From silicon waste to batteries
We have demonstrated and advocate the up-cycling of Si nanoparticles from wafer slicing waste to Li ion batteries.
A large amount of silicon debris particles are generated during the slicing of silicon ingots into thin wafers for the fabrication of integrated-circuit chips and solar cells. This results in a significant loss of valuable materials at about 40% of the mass of ingots. In addition, a hazardous silicon sludge waste is produced containing largely debris of silicon, and silicon carbide, which is a common cutting material on the slicing saw. Efforts in material recovery from the sludge and recycling have been largely directed towards converting silicon or silicon carbide into other chemicals such as SiCl4, SiO2, SiC, or Si3N4, which requires extensive chemical processing steps that are often costly. Moreover, these recycling strategies merely use silicon sludge waste as a source of the Si element, and do not fully take advantage of the nanoparticle form factor of Si and its high purity.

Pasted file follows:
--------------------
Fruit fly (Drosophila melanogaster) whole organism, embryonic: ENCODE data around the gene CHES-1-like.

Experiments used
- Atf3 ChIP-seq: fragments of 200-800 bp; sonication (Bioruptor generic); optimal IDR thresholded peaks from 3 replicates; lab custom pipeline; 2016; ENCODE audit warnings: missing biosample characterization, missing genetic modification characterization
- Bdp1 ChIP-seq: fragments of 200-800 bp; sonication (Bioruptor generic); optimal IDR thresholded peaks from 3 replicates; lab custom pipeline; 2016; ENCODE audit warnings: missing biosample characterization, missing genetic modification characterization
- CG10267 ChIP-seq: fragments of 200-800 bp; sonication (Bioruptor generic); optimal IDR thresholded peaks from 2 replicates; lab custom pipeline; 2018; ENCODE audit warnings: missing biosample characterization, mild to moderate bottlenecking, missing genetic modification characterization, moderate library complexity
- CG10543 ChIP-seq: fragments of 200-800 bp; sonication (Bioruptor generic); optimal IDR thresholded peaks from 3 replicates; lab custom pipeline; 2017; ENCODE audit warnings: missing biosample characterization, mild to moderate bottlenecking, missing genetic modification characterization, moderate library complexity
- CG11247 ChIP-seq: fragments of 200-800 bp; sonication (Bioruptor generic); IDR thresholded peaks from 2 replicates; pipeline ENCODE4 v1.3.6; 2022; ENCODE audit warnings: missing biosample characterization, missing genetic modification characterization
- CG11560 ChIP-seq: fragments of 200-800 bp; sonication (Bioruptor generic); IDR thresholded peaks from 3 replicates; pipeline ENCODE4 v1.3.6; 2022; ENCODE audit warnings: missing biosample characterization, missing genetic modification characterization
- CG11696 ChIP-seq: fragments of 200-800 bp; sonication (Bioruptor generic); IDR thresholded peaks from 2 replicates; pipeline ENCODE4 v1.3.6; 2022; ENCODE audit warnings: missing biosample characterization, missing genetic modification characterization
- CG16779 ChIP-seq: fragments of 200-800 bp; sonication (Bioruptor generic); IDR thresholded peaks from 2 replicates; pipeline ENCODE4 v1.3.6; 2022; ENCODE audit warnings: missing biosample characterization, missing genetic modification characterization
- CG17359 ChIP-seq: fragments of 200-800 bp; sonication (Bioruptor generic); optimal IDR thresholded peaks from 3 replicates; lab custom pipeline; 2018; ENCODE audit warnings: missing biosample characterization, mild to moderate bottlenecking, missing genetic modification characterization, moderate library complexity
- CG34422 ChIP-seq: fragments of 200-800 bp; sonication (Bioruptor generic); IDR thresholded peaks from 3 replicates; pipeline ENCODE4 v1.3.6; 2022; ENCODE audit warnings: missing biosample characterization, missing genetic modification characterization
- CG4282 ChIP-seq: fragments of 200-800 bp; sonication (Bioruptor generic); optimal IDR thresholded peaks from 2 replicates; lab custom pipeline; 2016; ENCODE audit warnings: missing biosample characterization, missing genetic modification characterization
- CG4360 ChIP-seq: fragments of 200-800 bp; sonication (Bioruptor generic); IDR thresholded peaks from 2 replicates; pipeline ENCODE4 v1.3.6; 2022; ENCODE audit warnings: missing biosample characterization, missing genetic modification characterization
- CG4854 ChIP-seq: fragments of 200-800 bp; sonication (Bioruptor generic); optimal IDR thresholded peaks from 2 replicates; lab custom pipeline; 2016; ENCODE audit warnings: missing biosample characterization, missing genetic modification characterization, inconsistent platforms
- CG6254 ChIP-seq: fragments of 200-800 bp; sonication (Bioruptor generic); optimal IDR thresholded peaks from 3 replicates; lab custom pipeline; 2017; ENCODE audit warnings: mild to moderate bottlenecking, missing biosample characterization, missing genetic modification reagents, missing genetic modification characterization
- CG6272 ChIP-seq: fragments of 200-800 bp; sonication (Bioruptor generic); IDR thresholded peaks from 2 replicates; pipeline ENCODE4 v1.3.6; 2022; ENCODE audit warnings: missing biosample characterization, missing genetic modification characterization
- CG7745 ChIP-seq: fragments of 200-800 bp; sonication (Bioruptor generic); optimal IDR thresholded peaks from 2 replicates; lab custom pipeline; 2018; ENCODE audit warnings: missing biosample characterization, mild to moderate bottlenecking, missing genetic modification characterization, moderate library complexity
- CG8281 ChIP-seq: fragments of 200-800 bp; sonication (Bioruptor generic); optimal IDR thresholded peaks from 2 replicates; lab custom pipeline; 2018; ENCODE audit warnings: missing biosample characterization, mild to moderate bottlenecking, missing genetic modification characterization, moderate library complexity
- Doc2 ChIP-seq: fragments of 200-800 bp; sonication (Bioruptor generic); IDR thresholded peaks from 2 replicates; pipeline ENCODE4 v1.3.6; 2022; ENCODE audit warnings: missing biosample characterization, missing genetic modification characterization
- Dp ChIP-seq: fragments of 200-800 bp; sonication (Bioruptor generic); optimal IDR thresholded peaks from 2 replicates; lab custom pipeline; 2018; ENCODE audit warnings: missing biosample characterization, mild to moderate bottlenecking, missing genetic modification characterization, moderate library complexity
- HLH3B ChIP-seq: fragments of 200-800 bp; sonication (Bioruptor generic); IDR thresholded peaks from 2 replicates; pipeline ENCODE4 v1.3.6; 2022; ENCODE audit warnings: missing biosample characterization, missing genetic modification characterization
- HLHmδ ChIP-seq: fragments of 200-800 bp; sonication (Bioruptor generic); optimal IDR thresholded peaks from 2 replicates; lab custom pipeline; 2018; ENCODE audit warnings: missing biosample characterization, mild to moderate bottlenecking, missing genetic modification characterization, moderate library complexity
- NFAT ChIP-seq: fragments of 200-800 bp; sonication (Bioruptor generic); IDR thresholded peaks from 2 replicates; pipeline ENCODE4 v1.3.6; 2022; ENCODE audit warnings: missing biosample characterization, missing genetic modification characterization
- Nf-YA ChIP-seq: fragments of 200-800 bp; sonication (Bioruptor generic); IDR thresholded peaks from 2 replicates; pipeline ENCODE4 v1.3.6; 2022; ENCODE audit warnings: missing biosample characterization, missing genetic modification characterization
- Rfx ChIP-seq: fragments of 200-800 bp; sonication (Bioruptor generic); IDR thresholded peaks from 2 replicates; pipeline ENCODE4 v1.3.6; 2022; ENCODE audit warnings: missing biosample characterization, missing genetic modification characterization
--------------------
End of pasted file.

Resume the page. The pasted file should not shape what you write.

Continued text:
In collaboration with Dr. Hee Dong Jang from KIGAM, South Korea, we demonstrated that silicon nanoparticles can be extracted from such sludge wastes and then directly used for lithium ion battery applications. Using an ultrasonic spray-drying method, silicon nanoparticles can be directly recovered from the mixture, making them readily usable for making lithium ion battery anode. It upcycles wafer slicing wastes into much higher value-added materials for energy applications.